Schriever, Bernard A.  Project Forecast "Envisions a New Era of Technology," Not a Plateau.  Armed Forces Management 11:40-44 May 1965.

Schriever, Bernard A.  The Real Challenge to Military Management.  Armed Forces Management  8:40-41 February 1962.
A condensation of a keynote speech given by General Schriever to top industry officials in Washington, D.C, emphasizing the basic statement of philosophy on how the Air Force hardware fountainhead should be run.

Schriever, Bernard A.  The Role of Management in Technological Conflict.  Air University Quarterly Review 14:19-29 Winter-Spring 1962-1963.

Schriever, Bernard A.  The Shape of Things to Come.  Airman 3:17-32 October 1959.
General Schriever noted the military usefulness of space, the future role of the airplanes and the transition of Air Force systems in keeping the peace and the enormously formidable problem confronted, with an acute awareness of how much depended on their speedy solutions.

Schriever, Bernard A.  Should Technological Forecasting Be Tailored to User Needs?  Armed Forces Management 14:65+ November 1967.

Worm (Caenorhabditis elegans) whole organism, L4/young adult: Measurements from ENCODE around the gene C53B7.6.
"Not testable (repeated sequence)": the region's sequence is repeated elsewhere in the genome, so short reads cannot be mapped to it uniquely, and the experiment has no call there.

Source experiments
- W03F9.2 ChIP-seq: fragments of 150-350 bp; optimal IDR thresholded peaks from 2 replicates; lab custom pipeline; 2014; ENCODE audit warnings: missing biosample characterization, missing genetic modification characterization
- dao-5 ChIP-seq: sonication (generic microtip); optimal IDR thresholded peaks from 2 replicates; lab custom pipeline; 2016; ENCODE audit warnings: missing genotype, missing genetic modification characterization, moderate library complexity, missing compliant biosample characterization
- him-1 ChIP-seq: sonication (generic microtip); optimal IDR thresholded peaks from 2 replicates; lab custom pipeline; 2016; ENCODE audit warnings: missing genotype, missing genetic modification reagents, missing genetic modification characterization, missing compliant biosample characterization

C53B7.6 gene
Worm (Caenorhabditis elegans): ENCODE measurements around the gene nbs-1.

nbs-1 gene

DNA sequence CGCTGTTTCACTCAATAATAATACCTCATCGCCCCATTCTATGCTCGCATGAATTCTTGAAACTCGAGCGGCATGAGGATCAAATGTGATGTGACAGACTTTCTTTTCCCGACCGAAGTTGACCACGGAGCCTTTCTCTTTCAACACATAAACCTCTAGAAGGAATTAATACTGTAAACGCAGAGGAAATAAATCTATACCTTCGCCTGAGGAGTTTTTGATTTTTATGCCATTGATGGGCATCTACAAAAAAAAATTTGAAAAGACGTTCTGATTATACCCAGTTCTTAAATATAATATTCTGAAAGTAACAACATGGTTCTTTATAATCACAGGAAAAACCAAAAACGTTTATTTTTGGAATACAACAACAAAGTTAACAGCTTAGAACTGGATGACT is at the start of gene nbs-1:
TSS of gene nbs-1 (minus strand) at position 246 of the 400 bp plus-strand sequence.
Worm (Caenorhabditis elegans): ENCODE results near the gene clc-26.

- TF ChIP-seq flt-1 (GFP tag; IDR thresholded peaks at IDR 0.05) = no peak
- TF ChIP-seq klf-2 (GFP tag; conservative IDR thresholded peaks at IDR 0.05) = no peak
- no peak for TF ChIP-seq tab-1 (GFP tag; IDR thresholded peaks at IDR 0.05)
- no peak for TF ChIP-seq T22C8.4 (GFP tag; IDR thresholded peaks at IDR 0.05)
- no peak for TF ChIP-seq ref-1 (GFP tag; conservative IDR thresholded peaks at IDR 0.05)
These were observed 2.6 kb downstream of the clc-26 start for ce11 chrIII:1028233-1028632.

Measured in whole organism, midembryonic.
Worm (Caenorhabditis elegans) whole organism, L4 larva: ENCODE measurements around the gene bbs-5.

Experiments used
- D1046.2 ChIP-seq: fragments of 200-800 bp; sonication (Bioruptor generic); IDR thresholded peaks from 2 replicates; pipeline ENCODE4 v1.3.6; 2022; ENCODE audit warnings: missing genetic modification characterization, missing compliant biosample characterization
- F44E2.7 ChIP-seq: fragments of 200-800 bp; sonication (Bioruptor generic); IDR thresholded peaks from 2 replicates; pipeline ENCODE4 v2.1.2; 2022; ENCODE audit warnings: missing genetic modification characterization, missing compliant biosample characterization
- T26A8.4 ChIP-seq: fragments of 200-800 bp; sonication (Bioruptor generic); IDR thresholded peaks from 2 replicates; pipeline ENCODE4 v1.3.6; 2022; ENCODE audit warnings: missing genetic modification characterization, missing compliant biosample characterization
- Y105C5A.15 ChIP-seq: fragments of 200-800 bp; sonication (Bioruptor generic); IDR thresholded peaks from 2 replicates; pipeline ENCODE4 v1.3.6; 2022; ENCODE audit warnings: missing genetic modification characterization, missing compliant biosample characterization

Technological forecasting, a periodic effort to determine the long-range implications of technological progress, should be tailored to the needs of its users as commented by General Schriever. The requirement for a military forecast would be vastly different, for example from the one used by an auto manufacturer or insurance company.

Schriever, Bernard A.  Space and Our Clouded National Attitudes Toward It.  Air Force and Space Digest 50:55-57 July 1967.
According to Gen Schriever our national attitude as much as our aptitude will determine the value of the U.S. space program. By this he meant we must not only have the tools, the talents and the technologies to achieve dificult goals, but the desire and the determination as well.

Schriever, Bernard A.  The Space Challenge.  Air University Review 16:3-4 May-June 1965.

Schriever, Bernard A.  Technology and Aerospace Power in the 1970s.  Air University Review 20:51-57 September-October 1969.

Schriever, Bernard A.  The USAF Ballistic Missile Program.  Air University Quarterly Review 9:5-21 Summer 1957.

Schriever, Bernard A.  USAF's Job in Space.  Air Force and Space Digest 45:70-71 November 1962.

Schriever, Bernard A.  We Are Not Ready.  Space World 2:24-25+ February 1962.
General Schriever noted his concern that the country is not prepared to defend against a ballistic missile attack and that strategic warning provided to this country by observation satellites will increase the chance of peace.

Schriever, Bernard A.  Winning the Race with Time.  Air Force Information Policy Letter for Commanders. Supplement No. 101:14-17 February 1962.
General Schriever addressed his concerns with the timely acquisition of new aerospace systems in his speech to the Aircraft luncheon Club, Burlington Hotel, Washington, D.C., December 12, 1961.

Weber, Steve.  Pioneer Deplores Slower Space Race.  Air Force Times 49:12 June 5, 1989.